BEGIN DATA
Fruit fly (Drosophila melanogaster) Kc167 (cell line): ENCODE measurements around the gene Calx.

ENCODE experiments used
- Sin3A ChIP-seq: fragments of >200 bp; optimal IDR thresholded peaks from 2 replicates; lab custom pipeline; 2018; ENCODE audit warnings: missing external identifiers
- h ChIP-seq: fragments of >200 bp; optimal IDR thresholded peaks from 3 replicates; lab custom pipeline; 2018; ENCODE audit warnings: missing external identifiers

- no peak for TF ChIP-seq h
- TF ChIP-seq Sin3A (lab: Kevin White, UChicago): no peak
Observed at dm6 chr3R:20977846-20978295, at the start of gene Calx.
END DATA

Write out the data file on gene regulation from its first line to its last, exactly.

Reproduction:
Fruit fly (Drosophila melanogaster) Kc167 (cell line): ENCODE measurements around the gene Calx.

ENCODE experiments used
- Sin3A ChIP-seq: fragments of >200 bp; optimal IDR thresholded peaks from 2 replicates; lab custom pipeline; 2018; ENCODE audit warnings: missing external identifiers
- h ChIP-seq: fragments of >200 bp; optimal IDR thresholded peaks from 3 replicates; lab custom pipeline; 2018; ENCODE audit warnings: missing external identifiers

- no peak for TF ChIP-seq h
- TF ChIP-seq Sin3A (lab: Kevin White, UChicago): no peak
Observed at dm6 chr3R:20977846-20978295, at the start of gene Calx.